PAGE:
Smoke, odor, and other emissions of concern in environmental pollution from four diesel engines were studied experimentally; engine design, operational mode, and fuel characteristics were considered as variable factors influencing the emissions. The engine included a turbocharged 4-cycle unit, normally aspirated 4-cycle units, and an air-scavenged 2-cycle engine. All were direct injection, truck-type power units. Fuel characteristics differed widely among eight fuels used in the study, with principal differences occurring in sulfur and aromatic content.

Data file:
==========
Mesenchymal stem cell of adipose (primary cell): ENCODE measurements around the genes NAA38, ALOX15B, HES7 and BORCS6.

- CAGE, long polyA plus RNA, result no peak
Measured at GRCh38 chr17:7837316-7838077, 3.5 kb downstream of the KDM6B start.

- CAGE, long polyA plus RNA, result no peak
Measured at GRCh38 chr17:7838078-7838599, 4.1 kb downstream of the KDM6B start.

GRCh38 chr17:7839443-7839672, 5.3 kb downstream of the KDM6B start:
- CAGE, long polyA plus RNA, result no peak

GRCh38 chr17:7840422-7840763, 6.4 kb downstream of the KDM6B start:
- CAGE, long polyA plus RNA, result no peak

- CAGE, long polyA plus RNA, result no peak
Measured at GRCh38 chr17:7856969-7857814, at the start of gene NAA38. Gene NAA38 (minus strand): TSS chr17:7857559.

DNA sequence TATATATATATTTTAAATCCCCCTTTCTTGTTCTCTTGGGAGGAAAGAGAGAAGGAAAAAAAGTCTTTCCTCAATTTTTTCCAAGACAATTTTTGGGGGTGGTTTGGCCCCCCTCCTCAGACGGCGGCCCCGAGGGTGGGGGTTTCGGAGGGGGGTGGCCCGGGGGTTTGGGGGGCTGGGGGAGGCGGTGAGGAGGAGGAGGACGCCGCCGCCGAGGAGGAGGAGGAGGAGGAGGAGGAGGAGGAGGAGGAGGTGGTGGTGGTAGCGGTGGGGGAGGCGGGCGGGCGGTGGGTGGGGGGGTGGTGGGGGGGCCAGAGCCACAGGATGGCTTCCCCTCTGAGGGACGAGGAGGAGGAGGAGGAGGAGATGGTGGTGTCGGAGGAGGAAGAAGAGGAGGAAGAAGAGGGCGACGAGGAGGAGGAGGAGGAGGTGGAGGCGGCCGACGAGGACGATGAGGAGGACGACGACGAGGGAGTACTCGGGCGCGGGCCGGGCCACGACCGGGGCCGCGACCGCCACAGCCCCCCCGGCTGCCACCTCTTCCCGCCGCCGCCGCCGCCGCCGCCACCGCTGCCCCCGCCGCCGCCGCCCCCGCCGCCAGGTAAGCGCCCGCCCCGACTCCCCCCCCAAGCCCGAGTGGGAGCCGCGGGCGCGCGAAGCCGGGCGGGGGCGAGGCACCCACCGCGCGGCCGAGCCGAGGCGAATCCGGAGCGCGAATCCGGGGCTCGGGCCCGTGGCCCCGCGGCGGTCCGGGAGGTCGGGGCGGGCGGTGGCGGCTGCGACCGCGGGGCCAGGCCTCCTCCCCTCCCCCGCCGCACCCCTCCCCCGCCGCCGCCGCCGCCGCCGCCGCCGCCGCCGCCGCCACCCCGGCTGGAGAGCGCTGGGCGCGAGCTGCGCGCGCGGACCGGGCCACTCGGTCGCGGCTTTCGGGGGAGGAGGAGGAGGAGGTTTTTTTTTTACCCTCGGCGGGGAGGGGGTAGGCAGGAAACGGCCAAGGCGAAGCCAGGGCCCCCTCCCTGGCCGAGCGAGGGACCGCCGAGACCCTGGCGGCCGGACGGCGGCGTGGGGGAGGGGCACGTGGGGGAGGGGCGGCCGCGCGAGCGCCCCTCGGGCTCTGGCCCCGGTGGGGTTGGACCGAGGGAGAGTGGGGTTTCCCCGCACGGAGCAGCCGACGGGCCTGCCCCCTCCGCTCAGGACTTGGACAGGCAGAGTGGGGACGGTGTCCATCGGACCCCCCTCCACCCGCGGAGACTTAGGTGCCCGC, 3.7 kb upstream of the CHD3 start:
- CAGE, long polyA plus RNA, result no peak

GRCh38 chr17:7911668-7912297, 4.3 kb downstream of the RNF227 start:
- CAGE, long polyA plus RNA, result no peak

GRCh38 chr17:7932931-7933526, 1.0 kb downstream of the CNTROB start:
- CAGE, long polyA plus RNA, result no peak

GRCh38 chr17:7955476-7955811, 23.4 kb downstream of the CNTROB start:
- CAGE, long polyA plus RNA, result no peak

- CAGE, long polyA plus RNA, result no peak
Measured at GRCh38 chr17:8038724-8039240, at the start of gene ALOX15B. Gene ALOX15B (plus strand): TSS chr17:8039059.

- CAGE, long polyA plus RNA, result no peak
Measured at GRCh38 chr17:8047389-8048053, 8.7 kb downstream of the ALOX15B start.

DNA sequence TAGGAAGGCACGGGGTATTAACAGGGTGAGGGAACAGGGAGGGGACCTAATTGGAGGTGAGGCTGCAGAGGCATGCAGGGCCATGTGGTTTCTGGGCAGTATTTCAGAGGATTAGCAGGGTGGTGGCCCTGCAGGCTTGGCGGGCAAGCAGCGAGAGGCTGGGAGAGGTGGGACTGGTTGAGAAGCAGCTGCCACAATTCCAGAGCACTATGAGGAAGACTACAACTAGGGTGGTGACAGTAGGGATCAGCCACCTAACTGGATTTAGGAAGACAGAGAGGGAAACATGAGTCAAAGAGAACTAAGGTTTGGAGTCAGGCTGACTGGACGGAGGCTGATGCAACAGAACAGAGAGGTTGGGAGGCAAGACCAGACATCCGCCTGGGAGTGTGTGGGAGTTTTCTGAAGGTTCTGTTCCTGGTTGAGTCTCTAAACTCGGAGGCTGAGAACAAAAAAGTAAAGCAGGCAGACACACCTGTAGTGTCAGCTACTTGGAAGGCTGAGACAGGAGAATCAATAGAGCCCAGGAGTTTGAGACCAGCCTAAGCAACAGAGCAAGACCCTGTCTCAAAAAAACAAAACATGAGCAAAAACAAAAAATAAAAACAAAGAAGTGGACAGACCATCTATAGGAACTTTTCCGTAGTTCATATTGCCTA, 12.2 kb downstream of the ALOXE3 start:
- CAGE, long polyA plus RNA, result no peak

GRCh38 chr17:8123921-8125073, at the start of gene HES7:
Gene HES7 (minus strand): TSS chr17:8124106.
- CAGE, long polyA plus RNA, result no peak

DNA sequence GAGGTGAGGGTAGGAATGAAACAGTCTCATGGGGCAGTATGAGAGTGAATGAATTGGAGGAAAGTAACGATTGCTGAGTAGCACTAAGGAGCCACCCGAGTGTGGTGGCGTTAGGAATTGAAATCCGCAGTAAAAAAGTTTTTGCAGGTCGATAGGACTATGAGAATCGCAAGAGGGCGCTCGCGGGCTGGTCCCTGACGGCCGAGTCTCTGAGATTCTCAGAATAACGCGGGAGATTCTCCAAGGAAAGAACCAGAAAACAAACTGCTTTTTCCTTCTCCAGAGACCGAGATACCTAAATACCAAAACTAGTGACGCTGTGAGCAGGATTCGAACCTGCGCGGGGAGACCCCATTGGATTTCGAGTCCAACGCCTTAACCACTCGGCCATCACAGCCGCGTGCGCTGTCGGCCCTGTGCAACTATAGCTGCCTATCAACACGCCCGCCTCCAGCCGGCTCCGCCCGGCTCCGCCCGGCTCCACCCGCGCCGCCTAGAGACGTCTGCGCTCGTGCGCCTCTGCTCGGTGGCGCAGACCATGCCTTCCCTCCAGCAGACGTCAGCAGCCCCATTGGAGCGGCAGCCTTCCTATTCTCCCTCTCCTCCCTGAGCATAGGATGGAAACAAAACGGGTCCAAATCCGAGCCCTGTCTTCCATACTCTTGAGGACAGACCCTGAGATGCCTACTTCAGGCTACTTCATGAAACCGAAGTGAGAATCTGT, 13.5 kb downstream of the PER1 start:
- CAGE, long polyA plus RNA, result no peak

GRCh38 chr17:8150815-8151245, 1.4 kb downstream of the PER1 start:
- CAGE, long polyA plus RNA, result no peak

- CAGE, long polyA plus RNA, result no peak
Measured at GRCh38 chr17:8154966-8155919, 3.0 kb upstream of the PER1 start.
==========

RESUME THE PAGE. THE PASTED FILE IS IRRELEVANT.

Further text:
Results of the experimental study showed that emissions levels in all categories are markedly influenced by engine operation. Within the group of engines tested, generally high emissions of unburned hydrocarbon are associated with the 2-cycle design, high smoke levels with the 4-cycle normally aspirated engines, and high emissions of NOX and oxygenates with the turbocharged 4-cycle engine. Exhaust odor intensity levels were roughly equivalent for all engine types. Emissions in all categories were surprisingly insensitive to variation in fuel characteristics, with the exception that smoke levels were significantly reduced with addition of a smoke suppressant additive to the fuel. Neither of two odor inhibitors was found effective.